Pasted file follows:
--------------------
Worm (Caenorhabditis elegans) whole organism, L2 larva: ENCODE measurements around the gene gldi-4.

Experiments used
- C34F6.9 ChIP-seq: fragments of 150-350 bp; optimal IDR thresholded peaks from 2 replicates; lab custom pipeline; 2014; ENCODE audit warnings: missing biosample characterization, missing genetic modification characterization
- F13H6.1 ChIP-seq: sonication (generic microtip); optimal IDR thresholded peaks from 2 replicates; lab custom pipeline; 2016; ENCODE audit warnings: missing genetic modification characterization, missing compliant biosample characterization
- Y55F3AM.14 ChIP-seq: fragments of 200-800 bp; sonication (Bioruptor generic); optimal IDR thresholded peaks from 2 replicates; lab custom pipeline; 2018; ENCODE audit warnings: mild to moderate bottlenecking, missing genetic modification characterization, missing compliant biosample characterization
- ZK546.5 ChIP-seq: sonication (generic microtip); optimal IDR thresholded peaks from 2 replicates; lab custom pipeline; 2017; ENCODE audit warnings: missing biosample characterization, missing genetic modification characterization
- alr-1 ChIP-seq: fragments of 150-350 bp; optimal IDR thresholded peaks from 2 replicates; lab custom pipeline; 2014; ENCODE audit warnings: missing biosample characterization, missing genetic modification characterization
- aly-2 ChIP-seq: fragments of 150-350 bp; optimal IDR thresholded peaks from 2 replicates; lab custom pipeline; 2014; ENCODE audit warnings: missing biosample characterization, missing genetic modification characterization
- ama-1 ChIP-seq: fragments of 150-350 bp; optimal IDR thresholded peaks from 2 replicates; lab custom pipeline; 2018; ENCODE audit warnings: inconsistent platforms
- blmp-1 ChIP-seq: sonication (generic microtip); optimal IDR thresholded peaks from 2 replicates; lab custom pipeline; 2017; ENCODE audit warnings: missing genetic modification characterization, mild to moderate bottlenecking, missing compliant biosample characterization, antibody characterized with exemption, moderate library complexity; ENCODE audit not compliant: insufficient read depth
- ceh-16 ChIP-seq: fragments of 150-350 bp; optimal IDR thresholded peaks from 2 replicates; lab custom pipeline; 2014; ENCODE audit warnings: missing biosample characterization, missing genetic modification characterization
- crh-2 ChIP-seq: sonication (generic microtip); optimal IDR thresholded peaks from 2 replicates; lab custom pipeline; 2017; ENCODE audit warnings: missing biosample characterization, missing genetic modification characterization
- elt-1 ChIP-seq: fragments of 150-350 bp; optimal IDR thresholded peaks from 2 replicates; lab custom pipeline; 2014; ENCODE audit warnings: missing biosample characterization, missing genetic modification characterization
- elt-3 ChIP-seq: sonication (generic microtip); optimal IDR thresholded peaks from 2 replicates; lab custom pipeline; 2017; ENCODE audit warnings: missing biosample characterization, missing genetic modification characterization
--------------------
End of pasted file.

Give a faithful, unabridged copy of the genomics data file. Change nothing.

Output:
Worm (Caenorhabditis elegans) whole organism, L2 larva: ENCODE measurements around the gene gldi-4.

Experiments used
- C34F6.9 ChIP-seq: fragments of 150-350 bp; optimal IDR thresholded peaks from 2 replicates; lab custom pipeline; 2014; ENCODE audit warnings: missing biosample characterization, missing genetic modification characterization
- F13H6.1 ChIP-seq: sonication (generic microtip); optimal IDR thresholded peaks from 2 replicates; lab custom pipeline; 2016; ENCODE audit warnings: missing genetic modification characterization, missing compliant biosample characterization
- Y55F3AM.14 ChIP-seq: fragments of 200-800 bp; sonication (Bioruptor generic); optimal IDR thresholded peaks from 2 replicates; lab custom pipeline; 2018; ENCODE audit warnings: mild to moderate bottlenecking, missing genetic modification characterization, missing compliant biosample characterization
- ZK546.5 ChIP-seq: sonication (generic microtip); optimal IDR thresholded peaks from 2 replicates; lab custom pipeline; 2017; ENCODE audit warnings: missing biosample characterization, missing genetic modification characterization
- alr-1 ChIP-seq: fragments of 150-350 bp; optimal IDR thresholded peaks from 2 replicates; lab custom pipeline; 2014; ENCODE audit warnings: missing biosample characterization, missing genetic modification characterization
- aly-2 ChIP-seq: fragments of 150-350 bp; optimal IDR thresholded peaks from 2 replicates; lab custom pipeline; 2014; ENCODE audit warnings: missing biosample characterization, missing genetic modification characterization
- ama-1 ChIP-seq: fragments of 150-350 bp; optimal IDR thresholded peaks from 2 replicates; lab custom pipeline; 2018; ENCODE audit warnings: inconsistent platforms
- blmp-1 ChIP-seq: sonication (generic microtip); optimal IDR thresholded peaks from 2 replicates; lab custom pipeline; 2017; ENCODE audit warnings: missing genetic modification characterization, mild to moderate bottlenecking, missing compliant biosample characterization, antibody characterized with exemption, moderate library complexity; ENCODE audit not compliant: insufficient read depth
- ceh-16 ChIP-seq: fragments of 150-350 bp; optimal IDR thresholded peaks from 2 replicates; lab custom pipeline; 2014; ENCODE audit warnings: missing biosample characterization, missing genetic modification characterization
- crh-2 ChIP-seq: sonication (generic microtip); optimal IDR thresholded peaks from 2 replicates; lab custom pipeline; 2017; ENCODE audit warnings: missing biosample characterization, missing genetic modification characterization
- elt-1 ChIP-seq: fragments of 150-350 bp; optimal IDR thresholded peaks from 2 replicates; lab custom pipeline; 2014; ENCODE audit warnings: missing biosample characterization, missing genetic modification characterization
- elt-3 ChIP-seq: sonication (generic microtip); optimal IDR thresholded peaks from 2 replicates; lab custom pipeline; 2017; ENCODE audit warnings: missing biosample characterization, missing genetic modification characterization